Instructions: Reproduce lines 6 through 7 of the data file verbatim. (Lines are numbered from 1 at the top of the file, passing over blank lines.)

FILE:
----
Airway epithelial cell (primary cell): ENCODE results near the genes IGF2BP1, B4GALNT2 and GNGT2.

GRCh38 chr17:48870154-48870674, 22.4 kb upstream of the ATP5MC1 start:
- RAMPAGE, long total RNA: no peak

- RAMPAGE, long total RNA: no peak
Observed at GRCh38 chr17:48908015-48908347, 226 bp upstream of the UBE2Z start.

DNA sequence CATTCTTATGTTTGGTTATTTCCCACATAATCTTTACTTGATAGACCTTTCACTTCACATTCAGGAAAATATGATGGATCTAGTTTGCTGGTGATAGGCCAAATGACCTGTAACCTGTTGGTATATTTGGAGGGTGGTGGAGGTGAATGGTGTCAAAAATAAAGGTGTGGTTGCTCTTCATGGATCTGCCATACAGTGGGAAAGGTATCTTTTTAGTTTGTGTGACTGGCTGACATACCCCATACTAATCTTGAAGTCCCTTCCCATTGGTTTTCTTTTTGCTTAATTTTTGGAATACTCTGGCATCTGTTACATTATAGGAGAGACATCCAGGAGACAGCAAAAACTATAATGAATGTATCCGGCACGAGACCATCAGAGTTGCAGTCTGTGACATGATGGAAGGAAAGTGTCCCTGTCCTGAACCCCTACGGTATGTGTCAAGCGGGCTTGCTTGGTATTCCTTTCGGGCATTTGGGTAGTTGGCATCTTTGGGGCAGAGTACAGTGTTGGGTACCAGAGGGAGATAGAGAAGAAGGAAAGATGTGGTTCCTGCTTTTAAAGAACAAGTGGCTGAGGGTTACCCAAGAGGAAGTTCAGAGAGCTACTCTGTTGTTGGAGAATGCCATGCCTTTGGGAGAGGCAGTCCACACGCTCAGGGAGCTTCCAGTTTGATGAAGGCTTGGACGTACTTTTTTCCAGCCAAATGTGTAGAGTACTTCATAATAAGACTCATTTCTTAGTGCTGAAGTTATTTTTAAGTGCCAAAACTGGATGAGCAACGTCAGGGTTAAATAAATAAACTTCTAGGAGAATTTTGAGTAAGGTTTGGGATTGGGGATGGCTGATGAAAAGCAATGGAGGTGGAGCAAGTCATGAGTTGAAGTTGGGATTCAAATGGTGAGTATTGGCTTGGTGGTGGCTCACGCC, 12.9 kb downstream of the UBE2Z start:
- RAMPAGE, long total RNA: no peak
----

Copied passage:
DNA sequence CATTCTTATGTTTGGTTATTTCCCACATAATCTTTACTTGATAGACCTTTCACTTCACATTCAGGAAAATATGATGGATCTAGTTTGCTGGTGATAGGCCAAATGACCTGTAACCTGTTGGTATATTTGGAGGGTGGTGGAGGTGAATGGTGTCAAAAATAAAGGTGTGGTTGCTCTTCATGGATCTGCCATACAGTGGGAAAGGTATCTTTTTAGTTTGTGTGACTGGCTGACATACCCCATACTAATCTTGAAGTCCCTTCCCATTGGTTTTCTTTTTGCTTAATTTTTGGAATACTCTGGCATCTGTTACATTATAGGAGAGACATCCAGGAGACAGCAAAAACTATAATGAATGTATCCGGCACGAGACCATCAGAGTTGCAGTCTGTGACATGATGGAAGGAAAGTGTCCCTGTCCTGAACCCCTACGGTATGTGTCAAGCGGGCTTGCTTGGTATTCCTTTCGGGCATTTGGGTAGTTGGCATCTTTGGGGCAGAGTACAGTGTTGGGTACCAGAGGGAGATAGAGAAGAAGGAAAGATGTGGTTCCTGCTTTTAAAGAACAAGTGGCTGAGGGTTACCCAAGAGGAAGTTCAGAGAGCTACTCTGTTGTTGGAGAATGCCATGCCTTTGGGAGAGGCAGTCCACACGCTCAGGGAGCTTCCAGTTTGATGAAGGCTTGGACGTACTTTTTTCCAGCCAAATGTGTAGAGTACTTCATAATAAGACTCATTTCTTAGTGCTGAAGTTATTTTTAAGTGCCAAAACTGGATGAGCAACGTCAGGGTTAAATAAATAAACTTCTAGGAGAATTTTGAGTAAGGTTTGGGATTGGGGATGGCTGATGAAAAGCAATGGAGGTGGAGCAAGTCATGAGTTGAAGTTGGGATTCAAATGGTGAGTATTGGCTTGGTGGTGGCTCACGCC, 12.9 kb downstream of the UBE2Z start:
- RAMPAGE, long total RNA: no peak